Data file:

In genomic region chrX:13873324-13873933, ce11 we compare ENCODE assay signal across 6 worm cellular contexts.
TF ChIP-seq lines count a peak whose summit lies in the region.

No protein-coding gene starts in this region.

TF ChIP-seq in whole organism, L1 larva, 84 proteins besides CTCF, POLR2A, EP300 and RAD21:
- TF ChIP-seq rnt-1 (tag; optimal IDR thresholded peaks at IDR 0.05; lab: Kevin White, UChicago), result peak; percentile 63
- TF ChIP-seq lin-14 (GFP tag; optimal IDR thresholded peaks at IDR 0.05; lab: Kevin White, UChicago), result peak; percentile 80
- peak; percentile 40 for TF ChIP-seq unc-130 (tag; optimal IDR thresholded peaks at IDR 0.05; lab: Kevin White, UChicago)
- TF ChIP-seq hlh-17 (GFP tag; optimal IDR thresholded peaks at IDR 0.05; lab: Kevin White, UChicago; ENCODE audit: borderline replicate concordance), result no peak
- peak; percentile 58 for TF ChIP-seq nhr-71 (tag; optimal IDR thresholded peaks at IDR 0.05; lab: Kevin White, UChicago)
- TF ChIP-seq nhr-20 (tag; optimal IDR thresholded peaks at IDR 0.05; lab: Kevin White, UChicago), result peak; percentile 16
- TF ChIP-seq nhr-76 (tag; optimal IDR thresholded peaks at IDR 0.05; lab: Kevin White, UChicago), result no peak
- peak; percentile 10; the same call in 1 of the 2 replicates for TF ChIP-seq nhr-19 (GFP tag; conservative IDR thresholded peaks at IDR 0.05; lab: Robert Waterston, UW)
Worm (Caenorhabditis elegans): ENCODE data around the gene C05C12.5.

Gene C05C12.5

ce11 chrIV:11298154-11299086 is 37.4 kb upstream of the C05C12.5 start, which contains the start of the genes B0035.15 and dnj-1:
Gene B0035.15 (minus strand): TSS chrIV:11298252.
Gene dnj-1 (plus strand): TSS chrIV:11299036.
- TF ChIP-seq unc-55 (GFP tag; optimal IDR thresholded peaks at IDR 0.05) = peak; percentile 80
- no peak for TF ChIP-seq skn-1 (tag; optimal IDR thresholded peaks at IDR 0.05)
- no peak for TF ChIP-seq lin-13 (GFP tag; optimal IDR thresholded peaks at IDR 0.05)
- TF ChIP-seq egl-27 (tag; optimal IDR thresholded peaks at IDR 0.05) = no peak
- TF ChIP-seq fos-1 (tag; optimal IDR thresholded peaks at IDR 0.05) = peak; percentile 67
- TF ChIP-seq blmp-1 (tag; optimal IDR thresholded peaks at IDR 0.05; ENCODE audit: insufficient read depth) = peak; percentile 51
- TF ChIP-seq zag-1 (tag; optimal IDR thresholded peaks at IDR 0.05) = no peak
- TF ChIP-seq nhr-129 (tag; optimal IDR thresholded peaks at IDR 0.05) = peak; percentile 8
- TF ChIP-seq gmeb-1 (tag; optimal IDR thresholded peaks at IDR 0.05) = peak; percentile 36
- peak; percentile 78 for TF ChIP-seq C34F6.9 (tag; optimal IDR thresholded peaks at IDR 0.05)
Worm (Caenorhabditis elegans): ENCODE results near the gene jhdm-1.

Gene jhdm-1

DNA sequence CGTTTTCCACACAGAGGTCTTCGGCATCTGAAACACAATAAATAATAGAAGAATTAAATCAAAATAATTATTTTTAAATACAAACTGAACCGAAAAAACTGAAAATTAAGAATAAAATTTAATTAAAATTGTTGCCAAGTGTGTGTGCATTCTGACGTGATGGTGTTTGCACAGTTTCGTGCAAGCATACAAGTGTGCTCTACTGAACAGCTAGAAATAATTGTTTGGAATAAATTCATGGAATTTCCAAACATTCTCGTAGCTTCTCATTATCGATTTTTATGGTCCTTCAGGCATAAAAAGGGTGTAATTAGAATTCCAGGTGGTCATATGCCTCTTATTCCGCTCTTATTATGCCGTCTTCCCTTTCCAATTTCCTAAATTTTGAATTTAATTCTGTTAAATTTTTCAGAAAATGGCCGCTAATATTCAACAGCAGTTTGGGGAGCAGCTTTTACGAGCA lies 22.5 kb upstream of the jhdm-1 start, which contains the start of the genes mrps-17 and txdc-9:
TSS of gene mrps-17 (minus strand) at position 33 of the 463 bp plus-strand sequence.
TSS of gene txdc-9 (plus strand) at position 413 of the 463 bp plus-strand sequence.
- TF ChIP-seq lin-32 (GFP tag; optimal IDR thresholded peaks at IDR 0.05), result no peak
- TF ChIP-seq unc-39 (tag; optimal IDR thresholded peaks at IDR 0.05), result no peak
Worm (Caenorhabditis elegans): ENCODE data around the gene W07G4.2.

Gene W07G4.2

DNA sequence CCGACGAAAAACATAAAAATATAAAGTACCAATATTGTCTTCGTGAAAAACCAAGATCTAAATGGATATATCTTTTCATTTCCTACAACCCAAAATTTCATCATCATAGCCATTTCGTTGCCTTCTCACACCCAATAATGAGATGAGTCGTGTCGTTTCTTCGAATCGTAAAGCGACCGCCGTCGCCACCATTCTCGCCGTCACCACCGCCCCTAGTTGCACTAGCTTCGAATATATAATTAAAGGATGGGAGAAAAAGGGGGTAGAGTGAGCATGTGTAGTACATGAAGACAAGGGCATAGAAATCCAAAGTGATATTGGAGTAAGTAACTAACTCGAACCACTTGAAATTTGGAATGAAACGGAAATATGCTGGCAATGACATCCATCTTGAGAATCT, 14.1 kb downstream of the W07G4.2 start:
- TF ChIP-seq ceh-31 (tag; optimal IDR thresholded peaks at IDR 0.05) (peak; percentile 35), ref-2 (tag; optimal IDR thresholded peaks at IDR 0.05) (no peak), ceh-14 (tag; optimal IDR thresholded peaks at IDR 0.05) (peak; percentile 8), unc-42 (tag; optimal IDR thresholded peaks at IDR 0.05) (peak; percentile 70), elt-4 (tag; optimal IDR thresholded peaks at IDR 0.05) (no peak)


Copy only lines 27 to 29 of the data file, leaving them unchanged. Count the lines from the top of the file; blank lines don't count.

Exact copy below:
- peak; percentile 78 for TF ChIP-seq C34F6.9 (tag; optimal IDR thresholded peaks at IDR 0.05)
Worm (Caenorhabditis elegans): ENCODE results near the gene jhdm-1.

Gene jhdm-1